The play’s the thing: novelists to reinterpret Shakespeare for a contemporary crowd - Today's news, tomorrow's lesson - 27 June
The play’s the thing: novelists to reinterpret Shakespeare for a contemporary crowd - Today’s news, tomorrow’s lesson - 27 June
Today's news, tomorrow's lesson - 1 July
The play’s the thing: novelists to reinterpret Shakespeare for a contemporary crowd
“Exit, pursued by an evangelical Christian mother.” This could well be how The Winter’s Tale reads, once reinterpreted for a modern audience.
Prize-winning author Jeanette Winterson is to rewrite the Shakespeare play, as part of a new series of modern-day “cover versions” of the Bard’s greatest hits.
Winterson, best known for her novel Oranges Are Not the Only Fruit, which portrays the struggles of a girl coming out to her Pentecostal parents, is the first of two novelists to sign up to reinterpret a Shakespeare play.
The other is Anne Tyler, author of The Accidental Tourist, who will rework The Taming of the Shrew.
The aim is to praise Shakespeare, not to bury him: the two novels will form part of a series, intended to inspire a broader audience to lend him their ears. (Though one imagines that the intersection of people who read Jeanette Winterson novels and people who have yet to read a single Shakespeare play is fairly limited.)
The authors were given their choice of bardic adaptation: above all, they were told, to thine own self be true. Winterson said that The Winter’s Tale – a story of jealousy, forgiveness and abandoned daughters – has inspired her for years.
“All of us have talismanic texts that we have carried around and that carry us around,” she said. “I have worked with The Winter’s Tale in many disguises for many years. This is a brilliant opportunity to work with it in its own right. And I love cover versions.”
She has not commented on whether she intends to keep the play’s most famous stage direction: “Exit, pursued by a bear.”
Tyler, meanwhile, said that she was looking forward to “delving into the mysteries of the shrewish Kate”, the heroine of The Taming of the Shrew.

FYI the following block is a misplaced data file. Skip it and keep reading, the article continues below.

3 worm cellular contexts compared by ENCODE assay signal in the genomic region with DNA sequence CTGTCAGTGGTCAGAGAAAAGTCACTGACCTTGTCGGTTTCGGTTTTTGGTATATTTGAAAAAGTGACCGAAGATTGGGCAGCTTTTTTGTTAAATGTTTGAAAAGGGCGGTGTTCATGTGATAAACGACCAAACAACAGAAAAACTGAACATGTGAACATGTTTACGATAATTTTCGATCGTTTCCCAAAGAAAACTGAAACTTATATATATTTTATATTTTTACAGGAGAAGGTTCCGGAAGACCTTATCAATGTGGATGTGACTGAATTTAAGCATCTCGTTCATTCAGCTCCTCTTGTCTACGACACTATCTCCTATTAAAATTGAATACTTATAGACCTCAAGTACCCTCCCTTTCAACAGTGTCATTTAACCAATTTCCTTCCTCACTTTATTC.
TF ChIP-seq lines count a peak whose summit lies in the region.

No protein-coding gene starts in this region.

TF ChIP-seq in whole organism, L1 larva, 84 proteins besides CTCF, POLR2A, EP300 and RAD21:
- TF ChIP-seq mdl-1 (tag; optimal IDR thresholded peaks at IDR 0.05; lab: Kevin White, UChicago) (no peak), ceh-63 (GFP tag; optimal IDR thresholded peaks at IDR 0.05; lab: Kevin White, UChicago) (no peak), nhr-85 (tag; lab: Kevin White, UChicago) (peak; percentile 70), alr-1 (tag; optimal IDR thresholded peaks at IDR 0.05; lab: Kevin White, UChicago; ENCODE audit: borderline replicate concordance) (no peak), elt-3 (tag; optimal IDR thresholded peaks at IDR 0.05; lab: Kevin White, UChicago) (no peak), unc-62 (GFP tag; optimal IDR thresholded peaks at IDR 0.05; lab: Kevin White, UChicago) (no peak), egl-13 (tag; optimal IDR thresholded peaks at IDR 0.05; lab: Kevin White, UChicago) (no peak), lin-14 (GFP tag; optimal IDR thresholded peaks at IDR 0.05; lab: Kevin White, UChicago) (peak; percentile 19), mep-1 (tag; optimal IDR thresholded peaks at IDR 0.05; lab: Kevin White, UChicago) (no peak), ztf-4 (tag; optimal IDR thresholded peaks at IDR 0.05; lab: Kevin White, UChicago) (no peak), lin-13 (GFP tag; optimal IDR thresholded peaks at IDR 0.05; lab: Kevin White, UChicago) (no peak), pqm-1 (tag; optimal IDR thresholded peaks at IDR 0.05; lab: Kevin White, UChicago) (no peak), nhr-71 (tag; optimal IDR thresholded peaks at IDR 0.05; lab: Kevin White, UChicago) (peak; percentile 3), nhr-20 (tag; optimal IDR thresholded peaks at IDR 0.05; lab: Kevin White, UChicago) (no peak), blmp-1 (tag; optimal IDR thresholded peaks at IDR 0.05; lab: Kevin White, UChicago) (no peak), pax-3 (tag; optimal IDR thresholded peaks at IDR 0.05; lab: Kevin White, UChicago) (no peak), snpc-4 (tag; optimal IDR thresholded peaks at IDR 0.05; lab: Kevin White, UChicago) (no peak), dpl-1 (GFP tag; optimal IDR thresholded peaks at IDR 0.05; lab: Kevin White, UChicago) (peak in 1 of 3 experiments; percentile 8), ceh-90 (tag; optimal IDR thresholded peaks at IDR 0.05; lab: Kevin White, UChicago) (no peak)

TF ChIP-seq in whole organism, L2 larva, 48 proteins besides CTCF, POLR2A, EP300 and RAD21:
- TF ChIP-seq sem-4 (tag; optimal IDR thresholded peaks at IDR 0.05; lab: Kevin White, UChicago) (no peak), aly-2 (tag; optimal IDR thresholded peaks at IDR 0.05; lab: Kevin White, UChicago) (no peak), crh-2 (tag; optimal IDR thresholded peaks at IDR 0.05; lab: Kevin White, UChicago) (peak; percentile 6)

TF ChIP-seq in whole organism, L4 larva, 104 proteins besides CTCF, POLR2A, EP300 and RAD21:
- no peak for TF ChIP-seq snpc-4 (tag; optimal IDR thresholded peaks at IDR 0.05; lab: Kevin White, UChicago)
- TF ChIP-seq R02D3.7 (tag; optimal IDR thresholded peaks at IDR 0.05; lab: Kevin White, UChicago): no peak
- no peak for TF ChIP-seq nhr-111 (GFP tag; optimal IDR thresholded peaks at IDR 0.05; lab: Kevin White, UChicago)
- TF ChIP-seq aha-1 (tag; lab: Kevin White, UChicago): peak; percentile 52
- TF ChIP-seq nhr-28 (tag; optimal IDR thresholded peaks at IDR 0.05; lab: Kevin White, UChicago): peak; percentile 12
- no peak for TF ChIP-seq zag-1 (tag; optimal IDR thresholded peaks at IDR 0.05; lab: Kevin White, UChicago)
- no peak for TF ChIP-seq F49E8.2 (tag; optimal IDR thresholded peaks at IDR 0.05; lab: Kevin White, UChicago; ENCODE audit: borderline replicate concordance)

An attempt to evict the demonstrators sparked massive protests and even led to strikes across the country as the concerns about the government became more wide-ranging, such as freedom of the press and freedom of expression.
Ignoring the bardic imperative to neither a borrower nor a lender be, authors and film-makers have been adapting Shakespeare plays for years. In 1807, authors Charles and Mary Lamb rewrote several Shakespeare plays as children’s stories. The Taming of the Shrew has already inspired a 1948 musical, Kiss Me Kate, and a 1999 film, Ten Things I Hate About You.
And the authors insist that they are continuing in a proud Shakespearean tradition. “Shakespeare never invented a plot line,” Winterson said. Instead, his plays were an “exuberant ragbag of borrowings, thrown into the alchemical furnace of his mind and lifted out transformed”.
The series, which will be called the Hogarth Shakespeare, will launch in 2016, to coincide with the 400th anniversary of the playwright’s death.
- Can you think of any other examples of an artist covering the work of another? What are the benefits of cover versions?
- If you had to choose a book, play or film to cover, what would you choose and why?
- Why do you think that some people get upset when songs or stories that they love are covered by other people?
- It has been said that there are no new stories. What does this mean? Do you agree?
- An adaptation activity for higher ability students. How will they adapt one of Shakespeare’s plays for their contemporary peers?
- An extensive presentation on Shakespeare’s linguistic techniques from TESEnglish.
- Introduce Shakespeare quotes with a modern twist in this fun picture layout.
Further news resources
- Help your pupils understand the features of the front page of a newspaper.
- Get students creating their own news report with this step-by-step guide.
- A sociological and media perspective on what makes an event 'newsworthy'.
- Help pupils to write their own TV news broadcast with this handy PowerPoint.
- A scheme of work to help students structure news stories.
In the news this week
President Barack Obama yesterday opened up what is likely to be a bruising political battle, unveiling his country's most ambitious proposals to cut carbon dioxide emissions ever.
It is a blatant, very public contravention of China's one-child policy, which is nonetheless being greeted with boundless official enthusiasm. Haizi, a rare giant panda living in the southwest of China, has given birth to twins.
Acrid air from forest fires in Sumatra, Indonesia, has engulfed the city-state of Singapore. The problem has also triggered a row between the two countries over who is responsible.
An ancient city hidden for centuries beneath dense forest on the holy mountain of Phnom Kulen, Cambodia, has been rediscovered using airborne laser technology.